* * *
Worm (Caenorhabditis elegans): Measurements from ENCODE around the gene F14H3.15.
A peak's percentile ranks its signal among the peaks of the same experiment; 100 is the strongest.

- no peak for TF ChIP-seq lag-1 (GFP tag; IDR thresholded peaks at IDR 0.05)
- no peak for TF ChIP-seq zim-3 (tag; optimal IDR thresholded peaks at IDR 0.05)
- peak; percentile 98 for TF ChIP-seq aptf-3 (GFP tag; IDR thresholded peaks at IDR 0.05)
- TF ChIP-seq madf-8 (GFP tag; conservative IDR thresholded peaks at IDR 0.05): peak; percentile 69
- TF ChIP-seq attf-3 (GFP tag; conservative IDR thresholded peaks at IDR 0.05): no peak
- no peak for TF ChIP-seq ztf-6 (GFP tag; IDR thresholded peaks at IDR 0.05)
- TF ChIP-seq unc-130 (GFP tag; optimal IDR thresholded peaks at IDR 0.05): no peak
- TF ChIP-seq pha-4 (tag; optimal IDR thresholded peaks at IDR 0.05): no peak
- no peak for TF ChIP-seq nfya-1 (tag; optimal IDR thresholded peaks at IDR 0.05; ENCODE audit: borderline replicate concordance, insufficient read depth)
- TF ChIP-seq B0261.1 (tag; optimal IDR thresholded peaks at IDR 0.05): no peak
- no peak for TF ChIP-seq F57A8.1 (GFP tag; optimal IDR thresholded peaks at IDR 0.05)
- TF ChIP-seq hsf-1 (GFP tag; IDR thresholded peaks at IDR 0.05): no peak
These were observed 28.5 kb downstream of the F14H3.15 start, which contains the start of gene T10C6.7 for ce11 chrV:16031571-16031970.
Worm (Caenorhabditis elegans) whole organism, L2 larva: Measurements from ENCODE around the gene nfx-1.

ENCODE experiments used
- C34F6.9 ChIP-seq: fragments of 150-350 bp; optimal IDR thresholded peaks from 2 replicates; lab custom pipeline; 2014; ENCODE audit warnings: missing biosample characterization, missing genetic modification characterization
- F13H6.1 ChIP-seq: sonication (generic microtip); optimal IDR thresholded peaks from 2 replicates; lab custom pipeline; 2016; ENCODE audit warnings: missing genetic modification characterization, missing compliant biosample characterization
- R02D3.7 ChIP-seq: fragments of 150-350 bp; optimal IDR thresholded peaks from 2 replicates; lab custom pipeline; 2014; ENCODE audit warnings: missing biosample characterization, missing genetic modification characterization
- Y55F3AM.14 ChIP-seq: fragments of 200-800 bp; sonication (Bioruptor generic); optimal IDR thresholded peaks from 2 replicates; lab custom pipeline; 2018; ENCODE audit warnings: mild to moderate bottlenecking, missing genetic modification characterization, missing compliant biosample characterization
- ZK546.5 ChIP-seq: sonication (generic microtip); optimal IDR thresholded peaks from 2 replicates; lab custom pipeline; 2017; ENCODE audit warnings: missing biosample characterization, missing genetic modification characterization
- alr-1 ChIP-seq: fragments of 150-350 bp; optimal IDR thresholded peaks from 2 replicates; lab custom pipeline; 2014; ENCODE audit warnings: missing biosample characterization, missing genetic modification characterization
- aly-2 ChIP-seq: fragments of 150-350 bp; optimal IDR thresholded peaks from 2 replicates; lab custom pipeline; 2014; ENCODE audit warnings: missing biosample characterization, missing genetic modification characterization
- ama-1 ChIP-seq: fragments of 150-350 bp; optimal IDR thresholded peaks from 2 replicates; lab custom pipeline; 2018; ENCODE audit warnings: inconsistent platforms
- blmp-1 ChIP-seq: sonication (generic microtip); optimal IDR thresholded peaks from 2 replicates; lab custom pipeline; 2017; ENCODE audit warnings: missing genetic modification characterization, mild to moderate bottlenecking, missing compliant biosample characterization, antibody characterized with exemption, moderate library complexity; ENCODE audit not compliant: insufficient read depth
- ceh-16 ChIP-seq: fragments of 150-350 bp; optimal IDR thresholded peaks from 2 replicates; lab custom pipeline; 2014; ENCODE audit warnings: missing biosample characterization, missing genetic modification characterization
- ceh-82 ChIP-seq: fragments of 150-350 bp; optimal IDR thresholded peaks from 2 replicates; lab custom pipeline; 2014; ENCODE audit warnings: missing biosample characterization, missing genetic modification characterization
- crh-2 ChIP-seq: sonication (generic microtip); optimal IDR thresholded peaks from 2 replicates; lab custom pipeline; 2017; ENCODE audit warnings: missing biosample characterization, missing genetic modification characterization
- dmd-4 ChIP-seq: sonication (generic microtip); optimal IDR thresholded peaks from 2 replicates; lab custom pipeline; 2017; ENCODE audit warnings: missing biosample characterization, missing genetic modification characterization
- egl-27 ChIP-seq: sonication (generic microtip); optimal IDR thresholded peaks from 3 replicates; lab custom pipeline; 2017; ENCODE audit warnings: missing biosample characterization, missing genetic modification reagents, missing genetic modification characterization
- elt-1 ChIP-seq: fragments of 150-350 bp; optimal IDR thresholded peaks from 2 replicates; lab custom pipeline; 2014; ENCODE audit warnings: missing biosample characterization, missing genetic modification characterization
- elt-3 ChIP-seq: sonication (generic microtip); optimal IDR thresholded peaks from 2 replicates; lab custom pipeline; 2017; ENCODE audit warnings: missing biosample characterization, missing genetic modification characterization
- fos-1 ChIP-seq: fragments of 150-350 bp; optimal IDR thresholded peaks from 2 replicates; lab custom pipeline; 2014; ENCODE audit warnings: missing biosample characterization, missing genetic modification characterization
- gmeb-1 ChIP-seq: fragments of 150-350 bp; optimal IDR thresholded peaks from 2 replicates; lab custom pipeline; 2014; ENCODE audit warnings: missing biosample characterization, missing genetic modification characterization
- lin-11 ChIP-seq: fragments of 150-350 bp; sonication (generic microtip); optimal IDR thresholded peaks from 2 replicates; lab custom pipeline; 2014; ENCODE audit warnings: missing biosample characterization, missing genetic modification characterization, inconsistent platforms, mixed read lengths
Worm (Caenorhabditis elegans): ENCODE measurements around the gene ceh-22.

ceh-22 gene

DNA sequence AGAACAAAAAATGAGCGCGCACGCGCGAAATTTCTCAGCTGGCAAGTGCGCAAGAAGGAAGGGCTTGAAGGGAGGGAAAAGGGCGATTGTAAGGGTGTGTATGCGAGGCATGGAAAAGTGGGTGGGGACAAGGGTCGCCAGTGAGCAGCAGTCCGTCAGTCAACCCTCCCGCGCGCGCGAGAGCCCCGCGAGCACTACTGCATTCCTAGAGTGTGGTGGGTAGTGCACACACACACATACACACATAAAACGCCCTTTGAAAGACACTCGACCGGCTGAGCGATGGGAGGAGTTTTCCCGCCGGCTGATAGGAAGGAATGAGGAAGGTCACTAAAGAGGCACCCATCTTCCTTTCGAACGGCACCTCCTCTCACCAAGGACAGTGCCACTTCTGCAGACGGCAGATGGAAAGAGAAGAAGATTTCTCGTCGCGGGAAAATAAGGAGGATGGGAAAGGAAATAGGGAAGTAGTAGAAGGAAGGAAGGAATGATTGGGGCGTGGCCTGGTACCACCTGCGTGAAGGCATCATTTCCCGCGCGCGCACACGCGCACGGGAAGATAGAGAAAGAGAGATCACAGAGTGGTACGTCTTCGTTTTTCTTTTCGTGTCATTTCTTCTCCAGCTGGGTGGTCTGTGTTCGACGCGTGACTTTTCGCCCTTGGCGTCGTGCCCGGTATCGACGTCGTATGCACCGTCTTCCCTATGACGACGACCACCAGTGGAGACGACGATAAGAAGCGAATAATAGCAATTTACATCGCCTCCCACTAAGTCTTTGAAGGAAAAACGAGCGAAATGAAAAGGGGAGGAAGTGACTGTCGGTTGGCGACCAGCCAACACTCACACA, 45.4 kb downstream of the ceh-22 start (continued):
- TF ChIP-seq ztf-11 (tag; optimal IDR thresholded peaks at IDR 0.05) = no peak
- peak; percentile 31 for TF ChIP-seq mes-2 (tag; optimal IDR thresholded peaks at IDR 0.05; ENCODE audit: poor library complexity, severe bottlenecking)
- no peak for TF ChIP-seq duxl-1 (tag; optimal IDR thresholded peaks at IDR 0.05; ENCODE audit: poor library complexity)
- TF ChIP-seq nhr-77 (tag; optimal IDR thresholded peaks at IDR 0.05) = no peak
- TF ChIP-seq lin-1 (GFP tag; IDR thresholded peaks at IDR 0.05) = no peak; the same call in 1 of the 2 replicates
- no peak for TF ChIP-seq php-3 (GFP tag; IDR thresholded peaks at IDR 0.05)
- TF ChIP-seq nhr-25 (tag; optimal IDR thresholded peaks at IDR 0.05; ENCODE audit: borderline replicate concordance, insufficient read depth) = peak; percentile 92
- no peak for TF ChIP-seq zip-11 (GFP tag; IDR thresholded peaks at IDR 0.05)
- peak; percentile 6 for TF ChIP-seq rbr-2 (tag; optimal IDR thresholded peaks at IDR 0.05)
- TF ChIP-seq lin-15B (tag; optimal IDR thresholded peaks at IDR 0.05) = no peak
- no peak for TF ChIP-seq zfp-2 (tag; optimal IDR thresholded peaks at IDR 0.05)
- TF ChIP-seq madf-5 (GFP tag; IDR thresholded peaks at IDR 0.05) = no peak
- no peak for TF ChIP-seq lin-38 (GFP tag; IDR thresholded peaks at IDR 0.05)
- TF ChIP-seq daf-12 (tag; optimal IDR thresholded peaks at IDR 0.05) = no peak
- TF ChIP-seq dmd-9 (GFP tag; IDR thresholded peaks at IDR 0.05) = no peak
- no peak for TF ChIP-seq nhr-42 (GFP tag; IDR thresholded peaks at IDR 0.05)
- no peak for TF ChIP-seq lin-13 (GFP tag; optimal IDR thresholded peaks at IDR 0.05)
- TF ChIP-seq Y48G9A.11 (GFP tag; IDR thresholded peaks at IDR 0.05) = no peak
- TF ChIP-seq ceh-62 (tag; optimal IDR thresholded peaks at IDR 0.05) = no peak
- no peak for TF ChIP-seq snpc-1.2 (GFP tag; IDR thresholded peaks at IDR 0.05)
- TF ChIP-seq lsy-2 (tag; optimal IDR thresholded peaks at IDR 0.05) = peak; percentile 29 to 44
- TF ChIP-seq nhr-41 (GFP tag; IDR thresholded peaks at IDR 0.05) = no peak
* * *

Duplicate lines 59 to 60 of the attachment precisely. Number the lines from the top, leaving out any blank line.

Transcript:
- no peak for TF ChIP-seq snpc-1.2 (GFP tag; IDR thresholded peaks at IDR 0.05)
- TF ChIP-seq lsy-2 (tag; optimal IDR thresholded peaks at IDR 0.05) = peak; percentile 29 to 44